Friday, 15 May 2015

Hamsa Hand Tutorial

If you suffer from insomnia, this tutorial might be for you!
It's long, possibly slightly boring for a beginner, but if you
are willing to stick with it, you should end up with a sweet
little pendant than can be a suspended on a chain as a necklace,
created as a bag or key charm ... well, that's if you can make
it all the way to the end of the tutorial without falling asleep!

This hand shaped amulet is very popular throughout the Middle East 
and North Africa, and has been commonly used in jewellery and wall 
hangings for centuries. Depicting the open right hand, the image is 
recognized and used as a sign of protection in many societies throughout 
history, the hamsa is believed to provide defense against the evil eye, to 
protect the wearer from negativity ...  isn't that just what we all need 
from time to time!

Step 1

Begin by cutting approximately 5" of 0.8mm wire and using your
pliers, create open spirals at each end.  Push the centre of the
wire against a rounded shape to form a slight curve.

Step 2

Cut another length of 0.8mm wire - about 3" in length.
Place the tips of your round nosed pliers in the middle
and cross the wires over on either side to form a small
central loop.

Step 3

Shape the looped unit on a cylindrical mandrel, curving the
wire around (as above), keeping the link projecting at the centre.

Step 4

Your eyes are getting tired aren't they? 
Don't worry! Your eyesight hasn't gone!! It's just a blurry
photo ... Cut another length of wire, this time about 1.5"
of 0.8mm and curve it around the cylindrical mandrel
to form a smiley shape!

Step 5

For the 'fingers': cut a fourth length of wire, this time
about 5.5" of 0.8mm wire.  Place the centre around the
widest part of your round nosed pliers and straighten
the wires up on each side.

Step 6

Bend the wires back down on each side - about 20cms
up from the 'U'. Pinch them at the bend with your chain
nosed pliers so that they run parallel and straight.

Step 7

Using the widest part of your round nosed pliers,
form 2 further 'fingers' on each side, slightly shorter
than the central one.

Step 8

Using the tips of your round nosed pliers, create small links,
at 90 degrees on each of the ends of the 3 wire units that you
have just created.

Step 9

Opening up the side links, connect the unit created in Step 3
to the unit created in Step 1.

Step 10

Next, connect the curved (fuzzy, blurry) unit created in Step 4
from the curved spiraled unit (from Step 1), so that it hangs
directly below (and between) the top curve.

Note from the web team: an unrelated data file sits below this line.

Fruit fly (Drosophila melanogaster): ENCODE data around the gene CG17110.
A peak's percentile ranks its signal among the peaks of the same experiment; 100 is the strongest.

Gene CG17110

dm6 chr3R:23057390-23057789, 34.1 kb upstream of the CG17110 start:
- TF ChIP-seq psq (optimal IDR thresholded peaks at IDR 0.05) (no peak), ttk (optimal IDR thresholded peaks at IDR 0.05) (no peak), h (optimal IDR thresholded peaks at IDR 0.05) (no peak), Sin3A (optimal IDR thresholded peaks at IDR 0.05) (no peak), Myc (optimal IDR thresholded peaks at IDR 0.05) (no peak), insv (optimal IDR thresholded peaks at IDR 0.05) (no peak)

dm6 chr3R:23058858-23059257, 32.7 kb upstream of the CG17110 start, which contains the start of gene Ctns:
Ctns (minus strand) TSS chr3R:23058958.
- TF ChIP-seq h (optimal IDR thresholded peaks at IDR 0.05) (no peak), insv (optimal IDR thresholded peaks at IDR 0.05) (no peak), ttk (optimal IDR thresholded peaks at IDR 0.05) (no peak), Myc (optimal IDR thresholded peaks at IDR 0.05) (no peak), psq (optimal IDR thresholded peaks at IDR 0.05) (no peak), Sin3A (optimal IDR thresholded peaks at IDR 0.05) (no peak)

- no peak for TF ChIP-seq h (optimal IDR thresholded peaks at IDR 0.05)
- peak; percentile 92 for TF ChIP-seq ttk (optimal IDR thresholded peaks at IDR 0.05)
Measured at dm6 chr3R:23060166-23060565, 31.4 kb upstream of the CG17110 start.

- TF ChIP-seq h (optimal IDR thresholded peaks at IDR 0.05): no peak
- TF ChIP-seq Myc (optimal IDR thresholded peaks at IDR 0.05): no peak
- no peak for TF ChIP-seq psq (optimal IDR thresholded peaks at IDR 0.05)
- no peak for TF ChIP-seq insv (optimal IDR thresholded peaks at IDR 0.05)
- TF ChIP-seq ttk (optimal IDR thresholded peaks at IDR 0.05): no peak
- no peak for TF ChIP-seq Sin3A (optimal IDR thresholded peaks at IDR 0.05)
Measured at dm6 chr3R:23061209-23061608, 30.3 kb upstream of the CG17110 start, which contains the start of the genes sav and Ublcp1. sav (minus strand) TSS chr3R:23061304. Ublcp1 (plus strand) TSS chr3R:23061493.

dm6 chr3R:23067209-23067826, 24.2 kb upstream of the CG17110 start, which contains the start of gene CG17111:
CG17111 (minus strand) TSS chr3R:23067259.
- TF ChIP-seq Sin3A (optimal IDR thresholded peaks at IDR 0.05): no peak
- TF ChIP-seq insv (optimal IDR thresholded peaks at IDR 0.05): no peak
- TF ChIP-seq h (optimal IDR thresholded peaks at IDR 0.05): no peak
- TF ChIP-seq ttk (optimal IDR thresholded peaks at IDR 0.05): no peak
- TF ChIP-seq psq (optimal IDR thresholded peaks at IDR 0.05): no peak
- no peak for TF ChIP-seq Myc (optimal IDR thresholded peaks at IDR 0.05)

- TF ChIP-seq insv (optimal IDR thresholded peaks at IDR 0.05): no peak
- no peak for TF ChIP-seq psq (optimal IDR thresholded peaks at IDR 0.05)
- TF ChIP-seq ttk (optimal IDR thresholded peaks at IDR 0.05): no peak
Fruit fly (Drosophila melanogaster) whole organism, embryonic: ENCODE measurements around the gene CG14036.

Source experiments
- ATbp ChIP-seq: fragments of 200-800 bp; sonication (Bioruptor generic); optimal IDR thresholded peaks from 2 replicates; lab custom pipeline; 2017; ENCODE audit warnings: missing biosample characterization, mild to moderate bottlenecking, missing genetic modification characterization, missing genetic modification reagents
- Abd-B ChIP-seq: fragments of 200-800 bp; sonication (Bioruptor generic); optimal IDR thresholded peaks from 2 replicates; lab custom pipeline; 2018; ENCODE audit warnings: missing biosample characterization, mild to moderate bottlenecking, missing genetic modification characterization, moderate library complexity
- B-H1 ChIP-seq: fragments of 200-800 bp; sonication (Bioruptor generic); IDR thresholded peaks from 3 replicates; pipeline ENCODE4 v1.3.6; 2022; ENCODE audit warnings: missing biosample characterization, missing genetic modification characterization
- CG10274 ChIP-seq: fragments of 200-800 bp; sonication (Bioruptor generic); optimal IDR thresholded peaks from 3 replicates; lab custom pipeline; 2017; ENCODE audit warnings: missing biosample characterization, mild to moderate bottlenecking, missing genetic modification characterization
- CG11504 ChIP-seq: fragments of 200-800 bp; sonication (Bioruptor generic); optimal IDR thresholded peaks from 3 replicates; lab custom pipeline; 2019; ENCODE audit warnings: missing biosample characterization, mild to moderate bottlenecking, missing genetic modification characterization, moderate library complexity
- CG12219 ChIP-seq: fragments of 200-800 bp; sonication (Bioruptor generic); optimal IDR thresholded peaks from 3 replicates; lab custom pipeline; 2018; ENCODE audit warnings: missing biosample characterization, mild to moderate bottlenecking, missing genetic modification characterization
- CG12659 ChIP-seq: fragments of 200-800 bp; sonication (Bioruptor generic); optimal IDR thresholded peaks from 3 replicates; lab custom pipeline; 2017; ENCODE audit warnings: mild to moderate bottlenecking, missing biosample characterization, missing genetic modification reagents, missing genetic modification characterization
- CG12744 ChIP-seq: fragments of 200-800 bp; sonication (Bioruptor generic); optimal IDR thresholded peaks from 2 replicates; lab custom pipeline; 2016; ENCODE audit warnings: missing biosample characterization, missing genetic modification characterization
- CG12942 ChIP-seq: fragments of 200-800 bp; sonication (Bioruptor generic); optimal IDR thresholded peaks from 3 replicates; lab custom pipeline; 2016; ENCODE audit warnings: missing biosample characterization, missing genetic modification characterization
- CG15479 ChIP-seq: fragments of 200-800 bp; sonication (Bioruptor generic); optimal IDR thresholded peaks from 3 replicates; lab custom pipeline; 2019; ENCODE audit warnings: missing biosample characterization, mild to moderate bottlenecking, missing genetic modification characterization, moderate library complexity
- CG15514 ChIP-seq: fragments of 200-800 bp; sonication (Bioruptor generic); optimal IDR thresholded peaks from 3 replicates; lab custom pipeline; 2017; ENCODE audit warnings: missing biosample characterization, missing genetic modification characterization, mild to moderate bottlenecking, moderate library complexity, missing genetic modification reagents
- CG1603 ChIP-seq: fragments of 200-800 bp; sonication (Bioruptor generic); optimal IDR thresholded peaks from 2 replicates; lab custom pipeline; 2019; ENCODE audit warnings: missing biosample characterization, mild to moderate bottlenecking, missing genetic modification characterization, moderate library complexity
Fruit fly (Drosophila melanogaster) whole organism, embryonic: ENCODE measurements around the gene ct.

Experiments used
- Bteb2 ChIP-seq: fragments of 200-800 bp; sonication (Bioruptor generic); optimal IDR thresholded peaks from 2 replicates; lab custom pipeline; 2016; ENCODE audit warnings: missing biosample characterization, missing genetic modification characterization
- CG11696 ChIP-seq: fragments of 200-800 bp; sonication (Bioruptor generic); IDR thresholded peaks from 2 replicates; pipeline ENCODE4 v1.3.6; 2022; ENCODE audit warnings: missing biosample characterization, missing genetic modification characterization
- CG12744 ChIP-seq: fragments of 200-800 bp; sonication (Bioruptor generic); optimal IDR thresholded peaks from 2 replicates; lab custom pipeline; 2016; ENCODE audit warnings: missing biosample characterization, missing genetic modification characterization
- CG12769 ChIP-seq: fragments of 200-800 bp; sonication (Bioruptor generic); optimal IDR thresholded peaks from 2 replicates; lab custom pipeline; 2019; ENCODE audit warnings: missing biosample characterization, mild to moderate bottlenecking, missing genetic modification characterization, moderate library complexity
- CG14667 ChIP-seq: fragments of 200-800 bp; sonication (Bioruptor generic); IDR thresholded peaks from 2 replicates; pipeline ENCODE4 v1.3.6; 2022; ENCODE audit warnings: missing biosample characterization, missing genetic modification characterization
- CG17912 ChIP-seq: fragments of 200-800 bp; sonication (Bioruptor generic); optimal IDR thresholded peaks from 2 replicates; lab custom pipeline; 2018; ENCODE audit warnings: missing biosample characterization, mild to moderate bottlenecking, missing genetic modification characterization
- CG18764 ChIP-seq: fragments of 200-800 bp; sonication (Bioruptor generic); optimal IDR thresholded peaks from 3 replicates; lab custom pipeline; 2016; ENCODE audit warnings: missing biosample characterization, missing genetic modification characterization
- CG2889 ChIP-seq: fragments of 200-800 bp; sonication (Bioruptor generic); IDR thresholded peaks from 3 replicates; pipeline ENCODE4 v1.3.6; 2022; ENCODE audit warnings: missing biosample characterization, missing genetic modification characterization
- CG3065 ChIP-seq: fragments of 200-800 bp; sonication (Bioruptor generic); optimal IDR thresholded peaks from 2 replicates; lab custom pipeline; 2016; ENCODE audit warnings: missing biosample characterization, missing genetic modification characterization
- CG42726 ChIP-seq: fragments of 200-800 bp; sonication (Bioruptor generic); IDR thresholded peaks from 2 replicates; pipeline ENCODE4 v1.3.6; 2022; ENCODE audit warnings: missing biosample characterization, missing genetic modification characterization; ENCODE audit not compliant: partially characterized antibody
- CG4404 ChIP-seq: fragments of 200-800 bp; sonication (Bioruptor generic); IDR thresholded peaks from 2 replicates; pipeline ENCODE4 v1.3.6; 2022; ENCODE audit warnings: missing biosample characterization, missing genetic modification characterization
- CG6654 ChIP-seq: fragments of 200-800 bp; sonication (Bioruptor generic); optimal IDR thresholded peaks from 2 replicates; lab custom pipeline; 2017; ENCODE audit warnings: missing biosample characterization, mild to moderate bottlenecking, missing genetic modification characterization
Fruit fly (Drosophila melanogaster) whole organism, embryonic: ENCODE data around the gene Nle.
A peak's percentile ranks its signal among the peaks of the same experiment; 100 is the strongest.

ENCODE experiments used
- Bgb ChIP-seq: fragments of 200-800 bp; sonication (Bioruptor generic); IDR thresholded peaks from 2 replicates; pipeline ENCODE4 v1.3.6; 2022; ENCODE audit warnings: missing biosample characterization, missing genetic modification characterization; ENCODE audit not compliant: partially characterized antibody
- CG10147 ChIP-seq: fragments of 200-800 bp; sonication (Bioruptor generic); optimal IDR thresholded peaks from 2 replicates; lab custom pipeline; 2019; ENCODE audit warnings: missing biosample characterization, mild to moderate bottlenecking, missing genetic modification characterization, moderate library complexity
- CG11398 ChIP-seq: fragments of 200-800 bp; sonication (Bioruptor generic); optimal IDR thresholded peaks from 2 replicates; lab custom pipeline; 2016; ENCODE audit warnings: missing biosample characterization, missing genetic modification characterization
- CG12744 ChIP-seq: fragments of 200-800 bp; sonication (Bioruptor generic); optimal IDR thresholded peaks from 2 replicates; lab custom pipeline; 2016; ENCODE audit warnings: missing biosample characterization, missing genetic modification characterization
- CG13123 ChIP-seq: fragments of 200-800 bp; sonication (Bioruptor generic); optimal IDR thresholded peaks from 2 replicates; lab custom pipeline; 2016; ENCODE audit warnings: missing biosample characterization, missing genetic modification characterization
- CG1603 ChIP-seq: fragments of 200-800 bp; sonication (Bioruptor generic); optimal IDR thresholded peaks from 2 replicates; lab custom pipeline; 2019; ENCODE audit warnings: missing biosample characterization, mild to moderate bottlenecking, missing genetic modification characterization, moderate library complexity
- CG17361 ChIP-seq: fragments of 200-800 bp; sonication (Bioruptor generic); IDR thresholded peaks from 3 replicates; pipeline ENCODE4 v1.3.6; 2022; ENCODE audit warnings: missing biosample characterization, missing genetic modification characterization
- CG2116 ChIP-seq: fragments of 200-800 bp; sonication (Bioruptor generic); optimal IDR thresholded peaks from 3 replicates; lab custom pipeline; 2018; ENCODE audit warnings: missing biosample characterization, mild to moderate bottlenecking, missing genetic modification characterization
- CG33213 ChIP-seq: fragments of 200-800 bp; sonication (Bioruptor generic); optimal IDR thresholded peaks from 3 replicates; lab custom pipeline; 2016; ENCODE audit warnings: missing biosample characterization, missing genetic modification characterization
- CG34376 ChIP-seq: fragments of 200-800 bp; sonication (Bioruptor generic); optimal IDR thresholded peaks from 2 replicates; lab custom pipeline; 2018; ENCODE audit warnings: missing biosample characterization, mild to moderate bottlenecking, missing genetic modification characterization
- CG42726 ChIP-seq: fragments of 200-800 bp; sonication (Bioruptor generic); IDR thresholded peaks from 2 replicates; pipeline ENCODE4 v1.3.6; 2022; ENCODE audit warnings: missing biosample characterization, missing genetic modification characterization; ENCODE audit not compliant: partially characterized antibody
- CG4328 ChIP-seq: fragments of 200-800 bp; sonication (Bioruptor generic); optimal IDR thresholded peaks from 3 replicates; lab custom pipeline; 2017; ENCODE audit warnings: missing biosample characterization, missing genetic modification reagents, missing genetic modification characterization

Step 11

Attach the 3 'fingers' onto the curve unit (from Step 1), so that
it is suspended just next to (and on the outside) of both the
other curved units.

Step 12

Using your flat nosed pliers, curl the spirals in towards
themselves on either side, to secure the overall frame.

Step 13

To create the top heart decoration: cut approximately 3" of 0.8mm
wire.  Find the centre and fold it in half.

Step 14

Create spirals on each projecting wire end, curling the wires in
towards each other to form a 'heart' shape.

Step 15

Cut a short length of 0.4mm wire and use this to bind
and secure one side of the 'heart' shape to the top of
the 'hamsa' frame.

Step 16

Cut a second short length of 0.4mm wire and attach
the other side of the 'heart', securing centrally
at the top of the frame.

Step 17

To create the beaded 'eye': cut about 4" of 0.4mm wire
and thread with small beads - enough to encircle a larger
central bead of about 6mm in diameter.

Step 18

Create a beaded loop with the smaller beads and push the
larger bead into the middle ...

Step 19

Wrap the wire over the beaded loop to secure at the opposite
end and pull to straighten the wires out on each side, so that the
larger bead is neatly framed at the centre of the beaded circle.

Step 20

Use the fine wires to attach the beaded 'eye' to the centre of
the 'hamsa' frame, binding them on each side. (Don't cut the
projecting wires off just yet!).

Step 21

This is why I didn't want you cut any projecting wires
off: as you can use any excess to create a spiral at the
top of the beaded 'eye' and flatten this against the
wrap underneath. Then, you can thread the opposite
wire with a few more chosen beads, to fill the central
'finger' space. Secure at the base of the finger. Cut off any
excess wire and neaten the end.

Step 22

*Optional: Cut 2 x 2.5" lengths of 0.8mm wire. Thread each with
small 4mm beads and spiral the ends on each side to form 'S' shapes.

Step 23

These little 'S' shapes can be connected into the side
'fingers' of the frame with some 0.4mm binding wire.
(*Alternatively, if you find that too fiddly and fancy, just
wire in some beads like the central 'finger' - just down
the middle!).

Step 24

Lastly ... if you're still awake? You can bind in a couple more
beads on either side at the top of the frame using 0.4mm wire.

Step 25

And there you have it! That's if you have made it to the end ...
It's now ready to attach to a chain, cord, ribbon, you name
it! You made it!
... and you most definitely deserve a medal if you managed to
get this far!



  1. Thank you, Linda, this is a lovely tutorial and I shall most definitely try it out

    1. Thank you, Neena! :D I hope you're well? and I hope the instructions make sense! :D

  2. Thank you! Very nice and easy for a beginner!